Proposed review of JAMB admission policy – The Guardian
That the Federal Government announced the other day that it may review the Joint Admissions and Matriculation Board (JAMB) admission policy, as it affects colleges of education, underscores the inherent flaws in the process of admission into tertiary institutions in the country. The reported decline in the population of students in colleges of education following the introduction of Universal Tertiary Matriculation Examination (UTME) is one but not the only problem. The quota system by which qualified candidates from some states are denied admission is another. So is the progressive reduction in admission cut-off points for some states. But the negative impact of JAMB admission policy on colleges of education, whereby, there is a drastic decline in the population of students at that level of education is partially unfortunate.
While an argument has been put up that JAMB should be scrapped in view of the existence of so many universities in the country which was not the case when JAMB was set up in 1978, many Nigerians still believe that the body should remain as a clearing house and for standardization of admission entry qualifications. The truth is that over the years, JAMB's existence has been a mix of blessings and sometimes unsavoury consequences.
Minister of Education Malam Ibrahim Shekarau, reportedly, was in Katsina as part of his impact assessment tour of federal tertiary institutions in the state. He was responding to a remark by the Provost of the Federal College of Education, Katsina, Professor M.A. Wasagu, who lamented that there has been a decline in the population of students at the college owing to the UTME conducted by JAMB.
Wasagu had noted that only the dregs of candidates who sit for UTME annually and failed to gain admission into universities are left to the colleges of education. With the unified JAMB examination, he argued, colleges of education were left only with students who could not gain admission into the universities. He then asked for a policy that would guarantee the colleges of education enough students.
This anxiety expressed by Wasagu is real and needs to be addressed. Nevertheless, the entire problem cannot be attributed to the conduct of the UTME by JAMB. What the UTME examination has done is to worsen an already bad situation not only in the colleges of education but also in the polytechnics and colleges of technology. There was already a decline in the population of students in the colleges of education across the country before the UTME was introduced by JAMB a few years ago.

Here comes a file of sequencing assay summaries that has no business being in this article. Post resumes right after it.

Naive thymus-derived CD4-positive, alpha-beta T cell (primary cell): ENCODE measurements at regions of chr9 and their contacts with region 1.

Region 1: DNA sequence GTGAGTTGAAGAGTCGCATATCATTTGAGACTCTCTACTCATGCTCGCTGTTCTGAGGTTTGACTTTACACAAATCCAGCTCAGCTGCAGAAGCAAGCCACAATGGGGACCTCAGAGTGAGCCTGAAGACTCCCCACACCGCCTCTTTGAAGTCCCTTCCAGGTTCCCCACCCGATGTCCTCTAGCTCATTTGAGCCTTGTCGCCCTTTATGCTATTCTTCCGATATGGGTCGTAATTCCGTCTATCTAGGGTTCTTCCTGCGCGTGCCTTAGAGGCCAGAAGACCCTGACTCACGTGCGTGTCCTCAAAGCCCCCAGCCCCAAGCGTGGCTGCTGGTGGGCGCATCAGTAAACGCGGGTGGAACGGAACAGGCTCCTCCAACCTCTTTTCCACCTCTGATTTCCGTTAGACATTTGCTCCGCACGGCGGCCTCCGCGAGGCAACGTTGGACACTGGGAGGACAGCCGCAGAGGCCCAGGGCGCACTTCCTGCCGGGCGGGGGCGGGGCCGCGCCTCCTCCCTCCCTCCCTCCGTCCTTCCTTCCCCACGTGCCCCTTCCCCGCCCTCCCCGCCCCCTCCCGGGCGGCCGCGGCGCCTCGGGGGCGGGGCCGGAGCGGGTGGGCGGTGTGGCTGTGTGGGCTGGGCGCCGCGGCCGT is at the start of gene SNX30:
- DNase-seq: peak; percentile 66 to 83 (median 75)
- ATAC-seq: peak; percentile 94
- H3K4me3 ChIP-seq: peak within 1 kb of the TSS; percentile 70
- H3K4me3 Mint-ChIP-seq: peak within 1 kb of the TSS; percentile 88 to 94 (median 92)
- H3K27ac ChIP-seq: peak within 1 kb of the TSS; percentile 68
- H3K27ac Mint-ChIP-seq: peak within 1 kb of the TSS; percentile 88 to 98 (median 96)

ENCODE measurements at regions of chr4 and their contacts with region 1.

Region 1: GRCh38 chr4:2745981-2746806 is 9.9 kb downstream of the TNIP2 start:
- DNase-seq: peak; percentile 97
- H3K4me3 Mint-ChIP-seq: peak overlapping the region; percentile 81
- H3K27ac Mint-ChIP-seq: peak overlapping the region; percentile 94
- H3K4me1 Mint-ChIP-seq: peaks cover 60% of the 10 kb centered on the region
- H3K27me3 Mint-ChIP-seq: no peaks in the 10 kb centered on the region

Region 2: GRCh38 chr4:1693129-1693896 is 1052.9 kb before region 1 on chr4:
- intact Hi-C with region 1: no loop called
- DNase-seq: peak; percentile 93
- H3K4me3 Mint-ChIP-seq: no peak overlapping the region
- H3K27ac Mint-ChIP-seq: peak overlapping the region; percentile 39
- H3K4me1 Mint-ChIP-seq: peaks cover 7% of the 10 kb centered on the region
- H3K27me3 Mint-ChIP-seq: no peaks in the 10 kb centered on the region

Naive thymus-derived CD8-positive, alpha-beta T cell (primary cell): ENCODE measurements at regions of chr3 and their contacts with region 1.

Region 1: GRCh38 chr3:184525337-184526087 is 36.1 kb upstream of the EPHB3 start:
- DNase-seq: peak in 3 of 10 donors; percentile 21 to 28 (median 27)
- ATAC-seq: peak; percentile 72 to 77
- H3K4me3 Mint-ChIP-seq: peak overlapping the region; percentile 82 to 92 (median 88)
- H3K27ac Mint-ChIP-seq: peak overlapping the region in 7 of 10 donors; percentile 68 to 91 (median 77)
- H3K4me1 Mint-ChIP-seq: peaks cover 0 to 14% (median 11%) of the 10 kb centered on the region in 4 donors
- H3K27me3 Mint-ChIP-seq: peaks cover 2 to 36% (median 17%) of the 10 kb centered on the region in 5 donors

It is pertinent to recall that prior to 2008 or thereabout before the UTME was introduced, JAMB was conducting the Monotechnics, Polytechnics and Colleges of Education (MPCE) entrance examination for candidates seeking admission into those institutions. The statistics showed that there was a decline in the number of candidates applying into those institutions, particularly, the colleges of education. At the same time, the number of applicants seeking admission into the universities bloated. The truth is that there is general preference for university education over the colleges of education and the polytechnics owing to the low premium placed on teachers and HND holders.
Faced with this very critical situation, the solution to the problem does not necessarily lie in changing JAMB's admission policy alone. It is in overhauling the education system and improving the lot of teachers. It is regrettable that in Nigeria, teachers have been turned to beggars. And this is the single most critical factor that is driving candidates away from the teaching profession. Nigeria needs quality teachers and the only way to attract them is improved condition of service as the current state of affairs cannot guarantee quality teachers.
In other climes, the best brains are deployed into teaching and Nigeria needs the Scandinavian model whereby the best go to teaching. Once there is good and attractive pay package for teachers, candidates would seek to be in the teaching profession and admission into the colleges of education will increase. But, a situation where teachers in many states are owed months of unpaid salary cannot attract youngsters into the teaching profession.
One thing Education Minister Ibrahim Shekarau can do is to seek to re-invent government's attitude towards the teaching profession. The proposed National Summit on Education should proffer ways and means of making the teaching profession very attractive.